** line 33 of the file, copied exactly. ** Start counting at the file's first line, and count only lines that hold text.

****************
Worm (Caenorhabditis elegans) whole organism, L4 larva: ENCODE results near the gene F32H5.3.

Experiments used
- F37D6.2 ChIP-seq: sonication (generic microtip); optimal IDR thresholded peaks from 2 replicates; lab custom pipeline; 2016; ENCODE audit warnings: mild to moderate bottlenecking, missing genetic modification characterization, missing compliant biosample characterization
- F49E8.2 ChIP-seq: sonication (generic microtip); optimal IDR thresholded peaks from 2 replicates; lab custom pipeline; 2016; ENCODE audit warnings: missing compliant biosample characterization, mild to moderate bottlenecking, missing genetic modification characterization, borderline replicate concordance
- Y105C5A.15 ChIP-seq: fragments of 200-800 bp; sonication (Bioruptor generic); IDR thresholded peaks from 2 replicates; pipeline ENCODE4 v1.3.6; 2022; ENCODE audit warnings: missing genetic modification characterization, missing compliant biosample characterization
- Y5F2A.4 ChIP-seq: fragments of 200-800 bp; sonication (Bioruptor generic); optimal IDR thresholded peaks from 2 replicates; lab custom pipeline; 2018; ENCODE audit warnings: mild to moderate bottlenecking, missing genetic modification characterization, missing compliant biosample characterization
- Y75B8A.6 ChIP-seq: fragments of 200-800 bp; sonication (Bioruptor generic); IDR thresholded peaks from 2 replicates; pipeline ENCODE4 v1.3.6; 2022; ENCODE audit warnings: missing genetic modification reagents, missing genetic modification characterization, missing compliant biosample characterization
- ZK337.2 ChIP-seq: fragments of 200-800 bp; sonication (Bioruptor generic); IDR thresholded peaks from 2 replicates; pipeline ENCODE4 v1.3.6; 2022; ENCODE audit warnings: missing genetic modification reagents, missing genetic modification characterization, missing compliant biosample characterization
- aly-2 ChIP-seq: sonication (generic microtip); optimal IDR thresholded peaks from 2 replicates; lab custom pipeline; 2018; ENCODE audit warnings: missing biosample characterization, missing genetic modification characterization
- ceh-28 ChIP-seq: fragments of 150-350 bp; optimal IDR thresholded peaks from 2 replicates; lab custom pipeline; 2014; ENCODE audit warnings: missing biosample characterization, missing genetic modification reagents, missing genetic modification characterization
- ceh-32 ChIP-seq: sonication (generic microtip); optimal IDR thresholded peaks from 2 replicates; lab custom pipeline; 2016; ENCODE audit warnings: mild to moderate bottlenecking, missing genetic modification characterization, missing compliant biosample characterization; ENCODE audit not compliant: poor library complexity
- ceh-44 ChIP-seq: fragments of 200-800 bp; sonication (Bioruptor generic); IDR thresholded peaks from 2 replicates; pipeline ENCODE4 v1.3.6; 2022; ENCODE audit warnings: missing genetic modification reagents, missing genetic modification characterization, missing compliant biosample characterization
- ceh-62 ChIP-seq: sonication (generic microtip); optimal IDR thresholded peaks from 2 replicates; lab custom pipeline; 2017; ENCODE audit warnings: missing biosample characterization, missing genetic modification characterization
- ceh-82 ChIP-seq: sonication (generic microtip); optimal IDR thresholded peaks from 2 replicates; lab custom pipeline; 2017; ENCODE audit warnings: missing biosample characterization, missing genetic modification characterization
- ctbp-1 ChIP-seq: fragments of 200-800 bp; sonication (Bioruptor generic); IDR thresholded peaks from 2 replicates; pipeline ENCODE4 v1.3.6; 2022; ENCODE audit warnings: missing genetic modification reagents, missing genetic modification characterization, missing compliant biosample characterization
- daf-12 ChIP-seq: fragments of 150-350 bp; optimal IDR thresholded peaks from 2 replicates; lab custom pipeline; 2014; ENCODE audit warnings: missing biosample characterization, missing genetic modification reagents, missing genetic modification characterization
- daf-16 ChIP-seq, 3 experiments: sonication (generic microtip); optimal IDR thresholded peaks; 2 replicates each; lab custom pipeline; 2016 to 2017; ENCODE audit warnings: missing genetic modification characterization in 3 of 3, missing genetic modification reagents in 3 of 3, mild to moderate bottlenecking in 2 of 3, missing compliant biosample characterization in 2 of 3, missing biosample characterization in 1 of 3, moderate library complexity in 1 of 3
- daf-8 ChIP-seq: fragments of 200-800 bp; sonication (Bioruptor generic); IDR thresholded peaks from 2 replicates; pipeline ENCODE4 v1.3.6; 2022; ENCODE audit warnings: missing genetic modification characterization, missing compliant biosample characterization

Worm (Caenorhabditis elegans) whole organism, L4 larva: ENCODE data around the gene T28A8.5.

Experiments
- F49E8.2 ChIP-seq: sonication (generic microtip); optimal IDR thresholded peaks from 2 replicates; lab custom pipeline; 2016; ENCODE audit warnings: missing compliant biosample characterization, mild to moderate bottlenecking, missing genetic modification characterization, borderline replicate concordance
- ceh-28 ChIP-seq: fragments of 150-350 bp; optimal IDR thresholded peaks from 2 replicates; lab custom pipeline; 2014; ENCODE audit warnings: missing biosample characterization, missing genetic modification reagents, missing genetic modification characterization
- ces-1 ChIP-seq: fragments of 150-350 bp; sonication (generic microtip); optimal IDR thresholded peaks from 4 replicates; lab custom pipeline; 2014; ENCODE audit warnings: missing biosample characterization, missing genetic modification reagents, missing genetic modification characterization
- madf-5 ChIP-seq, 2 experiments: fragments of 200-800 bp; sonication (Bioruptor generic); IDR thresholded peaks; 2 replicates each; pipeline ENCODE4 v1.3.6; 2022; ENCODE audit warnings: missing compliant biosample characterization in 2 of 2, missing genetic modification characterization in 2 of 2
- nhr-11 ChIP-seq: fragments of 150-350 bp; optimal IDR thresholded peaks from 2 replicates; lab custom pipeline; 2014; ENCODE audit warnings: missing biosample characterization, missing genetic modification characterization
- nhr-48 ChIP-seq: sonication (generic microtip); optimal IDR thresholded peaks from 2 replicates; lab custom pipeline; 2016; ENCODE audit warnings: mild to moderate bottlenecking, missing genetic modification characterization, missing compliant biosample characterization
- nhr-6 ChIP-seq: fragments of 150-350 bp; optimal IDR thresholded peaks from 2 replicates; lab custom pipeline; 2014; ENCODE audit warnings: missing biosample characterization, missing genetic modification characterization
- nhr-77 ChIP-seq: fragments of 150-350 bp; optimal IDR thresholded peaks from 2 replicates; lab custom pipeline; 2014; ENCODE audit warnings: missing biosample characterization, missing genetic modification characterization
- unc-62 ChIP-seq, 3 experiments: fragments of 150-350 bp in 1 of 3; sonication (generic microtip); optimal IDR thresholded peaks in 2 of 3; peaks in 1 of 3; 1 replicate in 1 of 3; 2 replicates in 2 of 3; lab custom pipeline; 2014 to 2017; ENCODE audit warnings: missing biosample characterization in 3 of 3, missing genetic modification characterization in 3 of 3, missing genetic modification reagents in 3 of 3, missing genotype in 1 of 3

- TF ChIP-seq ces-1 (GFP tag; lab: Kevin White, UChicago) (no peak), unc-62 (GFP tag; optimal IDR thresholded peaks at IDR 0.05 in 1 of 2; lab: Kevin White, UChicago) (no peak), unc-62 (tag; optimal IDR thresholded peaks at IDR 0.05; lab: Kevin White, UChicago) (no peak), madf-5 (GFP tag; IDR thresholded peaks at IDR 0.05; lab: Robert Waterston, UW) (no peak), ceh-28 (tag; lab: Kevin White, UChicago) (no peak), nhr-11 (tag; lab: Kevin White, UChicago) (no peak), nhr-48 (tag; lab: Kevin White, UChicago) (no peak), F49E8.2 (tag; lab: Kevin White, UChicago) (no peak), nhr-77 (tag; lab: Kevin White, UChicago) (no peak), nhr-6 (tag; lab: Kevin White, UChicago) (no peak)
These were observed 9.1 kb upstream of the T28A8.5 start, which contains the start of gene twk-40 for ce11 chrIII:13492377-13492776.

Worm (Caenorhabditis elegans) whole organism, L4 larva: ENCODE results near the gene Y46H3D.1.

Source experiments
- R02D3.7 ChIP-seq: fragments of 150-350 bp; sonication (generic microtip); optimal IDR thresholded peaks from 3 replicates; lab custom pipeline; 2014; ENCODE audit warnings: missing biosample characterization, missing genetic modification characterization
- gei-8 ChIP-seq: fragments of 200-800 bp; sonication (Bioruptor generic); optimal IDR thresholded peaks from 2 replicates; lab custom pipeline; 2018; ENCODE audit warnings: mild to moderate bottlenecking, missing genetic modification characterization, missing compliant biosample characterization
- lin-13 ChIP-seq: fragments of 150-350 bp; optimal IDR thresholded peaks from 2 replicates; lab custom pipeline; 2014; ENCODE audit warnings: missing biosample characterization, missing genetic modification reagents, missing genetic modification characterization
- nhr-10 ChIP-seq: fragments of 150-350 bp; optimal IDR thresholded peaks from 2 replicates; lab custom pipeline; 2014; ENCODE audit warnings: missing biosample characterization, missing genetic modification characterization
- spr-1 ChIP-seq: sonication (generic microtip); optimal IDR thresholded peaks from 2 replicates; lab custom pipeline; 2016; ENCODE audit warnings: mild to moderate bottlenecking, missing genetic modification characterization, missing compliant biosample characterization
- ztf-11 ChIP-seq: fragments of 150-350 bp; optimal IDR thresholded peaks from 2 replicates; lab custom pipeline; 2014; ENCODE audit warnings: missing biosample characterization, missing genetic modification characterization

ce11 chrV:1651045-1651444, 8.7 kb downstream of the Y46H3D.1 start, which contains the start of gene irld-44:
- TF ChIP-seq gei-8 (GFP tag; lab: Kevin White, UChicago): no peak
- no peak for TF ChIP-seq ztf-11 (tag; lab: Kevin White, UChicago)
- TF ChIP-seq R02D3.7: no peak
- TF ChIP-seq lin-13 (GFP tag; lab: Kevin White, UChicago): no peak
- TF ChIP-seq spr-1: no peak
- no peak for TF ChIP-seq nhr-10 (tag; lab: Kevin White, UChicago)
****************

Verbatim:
Source experiments